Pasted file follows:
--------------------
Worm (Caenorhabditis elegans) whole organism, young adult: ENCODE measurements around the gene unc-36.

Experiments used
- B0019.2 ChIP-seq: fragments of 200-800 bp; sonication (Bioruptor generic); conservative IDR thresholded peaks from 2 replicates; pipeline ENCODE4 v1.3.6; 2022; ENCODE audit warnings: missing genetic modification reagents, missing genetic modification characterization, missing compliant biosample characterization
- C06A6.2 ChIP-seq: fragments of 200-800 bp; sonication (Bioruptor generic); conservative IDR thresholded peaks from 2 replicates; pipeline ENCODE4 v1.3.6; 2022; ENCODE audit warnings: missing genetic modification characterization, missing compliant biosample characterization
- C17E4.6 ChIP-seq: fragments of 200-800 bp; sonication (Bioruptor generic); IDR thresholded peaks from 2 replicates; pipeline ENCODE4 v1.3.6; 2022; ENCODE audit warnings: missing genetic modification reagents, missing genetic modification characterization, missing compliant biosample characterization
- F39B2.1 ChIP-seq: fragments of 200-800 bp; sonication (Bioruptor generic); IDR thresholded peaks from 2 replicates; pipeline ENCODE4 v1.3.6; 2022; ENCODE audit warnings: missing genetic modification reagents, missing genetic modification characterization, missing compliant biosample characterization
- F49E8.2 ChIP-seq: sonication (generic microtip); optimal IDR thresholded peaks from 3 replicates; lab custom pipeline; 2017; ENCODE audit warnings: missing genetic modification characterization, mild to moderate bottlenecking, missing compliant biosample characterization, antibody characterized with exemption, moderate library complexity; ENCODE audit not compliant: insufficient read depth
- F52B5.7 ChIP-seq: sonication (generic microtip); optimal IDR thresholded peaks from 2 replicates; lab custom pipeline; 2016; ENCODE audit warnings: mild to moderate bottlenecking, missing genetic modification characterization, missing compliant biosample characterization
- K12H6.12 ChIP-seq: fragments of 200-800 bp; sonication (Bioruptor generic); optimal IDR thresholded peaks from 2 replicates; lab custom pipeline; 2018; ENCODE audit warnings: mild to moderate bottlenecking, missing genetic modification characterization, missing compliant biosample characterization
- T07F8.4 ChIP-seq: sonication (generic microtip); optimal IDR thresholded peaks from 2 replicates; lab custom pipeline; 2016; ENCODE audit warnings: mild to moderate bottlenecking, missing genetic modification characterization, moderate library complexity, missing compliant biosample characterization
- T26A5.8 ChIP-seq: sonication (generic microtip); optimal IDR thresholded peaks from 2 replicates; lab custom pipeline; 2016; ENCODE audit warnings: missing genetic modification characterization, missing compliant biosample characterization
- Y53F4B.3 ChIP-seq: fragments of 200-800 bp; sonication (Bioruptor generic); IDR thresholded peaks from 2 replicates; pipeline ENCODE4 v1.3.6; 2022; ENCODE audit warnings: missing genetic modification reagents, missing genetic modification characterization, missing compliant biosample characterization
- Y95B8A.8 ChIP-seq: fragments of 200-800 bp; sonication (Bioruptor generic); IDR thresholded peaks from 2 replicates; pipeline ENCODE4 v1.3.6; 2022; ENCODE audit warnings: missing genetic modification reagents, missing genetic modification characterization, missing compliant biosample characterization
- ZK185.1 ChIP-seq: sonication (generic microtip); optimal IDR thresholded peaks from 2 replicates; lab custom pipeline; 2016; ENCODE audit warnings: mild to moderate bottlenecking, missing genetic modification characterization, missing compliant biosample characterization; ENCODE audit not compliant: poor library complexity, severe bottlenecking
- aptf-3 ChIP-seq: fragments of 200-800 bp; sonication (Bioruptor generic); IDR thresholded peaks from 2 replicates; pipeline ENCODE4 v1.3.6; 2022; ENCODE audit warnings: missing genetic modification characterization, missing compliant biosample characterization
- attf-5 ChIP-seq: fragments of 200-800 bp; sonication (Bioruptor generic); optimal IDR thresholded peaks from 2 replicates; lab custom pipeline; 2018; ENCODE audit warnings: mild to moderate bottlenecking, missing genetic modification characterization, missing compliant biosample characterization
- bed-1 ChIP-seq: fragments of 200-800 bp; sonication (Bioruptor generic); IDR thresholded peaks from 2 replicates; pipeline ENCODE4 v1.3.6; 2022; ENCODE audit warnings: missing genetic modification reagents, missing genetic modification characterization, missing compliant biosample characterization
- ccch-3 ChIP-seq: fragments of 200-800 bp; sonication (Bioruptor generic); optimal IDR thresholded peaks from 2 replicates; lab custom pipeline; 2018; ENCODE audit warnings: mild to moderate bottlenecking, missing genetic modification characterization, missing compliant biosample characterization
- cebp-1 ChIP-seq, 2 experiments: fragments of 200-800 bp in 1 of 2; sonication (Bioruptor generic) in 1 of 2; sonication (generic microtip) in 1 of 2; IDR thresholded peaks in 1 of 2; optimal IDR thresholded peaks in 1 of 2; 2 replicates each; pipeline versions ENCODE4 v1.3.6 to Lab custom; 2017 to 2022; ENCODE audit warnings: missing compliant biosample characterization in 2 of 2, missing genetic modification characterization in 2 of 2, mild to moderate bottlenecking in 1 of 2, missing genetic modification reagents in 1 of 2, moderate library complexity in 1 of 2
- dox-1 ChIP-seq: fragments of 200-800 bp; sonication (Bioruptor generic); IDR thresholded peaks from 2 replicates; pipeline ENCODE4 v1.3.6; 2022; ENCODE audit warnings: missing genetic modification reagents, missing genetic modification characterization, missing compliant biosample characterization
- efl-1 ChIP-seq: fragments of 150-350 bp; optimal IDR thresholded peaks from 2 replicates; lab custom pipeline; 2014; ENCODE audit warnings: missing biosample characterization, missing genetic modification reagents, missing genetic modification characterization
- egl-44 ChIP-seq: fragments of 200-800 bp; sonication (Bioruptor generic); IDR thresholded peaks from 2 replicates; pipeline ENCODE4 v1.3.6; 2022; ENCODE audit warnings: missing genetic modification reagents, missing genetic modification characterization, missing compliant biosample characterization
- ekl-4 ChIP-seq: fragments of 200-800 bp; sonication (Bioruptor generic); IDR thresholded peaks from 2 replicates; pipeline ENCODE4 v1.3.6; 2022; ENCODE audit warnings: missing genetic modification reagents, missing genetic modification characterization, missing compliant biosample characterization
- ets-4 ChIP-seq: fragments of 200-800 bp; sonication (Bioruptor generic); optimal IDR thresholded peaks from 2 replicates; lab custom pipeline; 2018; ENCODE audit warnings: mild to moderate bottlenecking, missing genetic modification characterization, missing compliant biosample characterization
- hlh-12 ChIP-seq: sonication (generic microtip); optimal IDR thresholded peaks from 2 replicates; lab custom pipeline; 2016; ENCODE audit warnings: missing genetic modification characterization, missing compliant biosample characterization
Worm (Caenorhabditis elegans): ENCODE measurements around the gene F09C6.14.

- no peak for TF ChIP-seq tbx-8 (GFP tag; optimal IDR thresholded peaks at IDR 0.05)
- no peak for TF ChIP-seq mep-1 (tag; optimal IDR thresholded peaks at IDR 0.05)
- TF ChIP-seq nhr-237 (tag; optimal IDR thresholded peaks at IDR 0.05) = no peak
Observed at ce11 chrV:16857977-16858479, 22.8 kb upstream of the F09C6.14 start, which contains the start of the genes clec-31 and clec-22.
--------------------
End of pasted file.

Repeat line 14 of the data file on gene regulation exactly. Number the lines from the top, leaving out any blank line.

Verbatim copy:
- ZK185.1 ChIP-seq: sonication (generic microtip); optimal IDR thresholded peaks from 2 replicates; lab custom pipeline; 2016; ENCODE audit warnings: mild to moderate bottlenecking, missing genetic modification characterization, missing compliant biosample characterization; ENCODE audit not compliant: poor library complexity, severe bottlenecking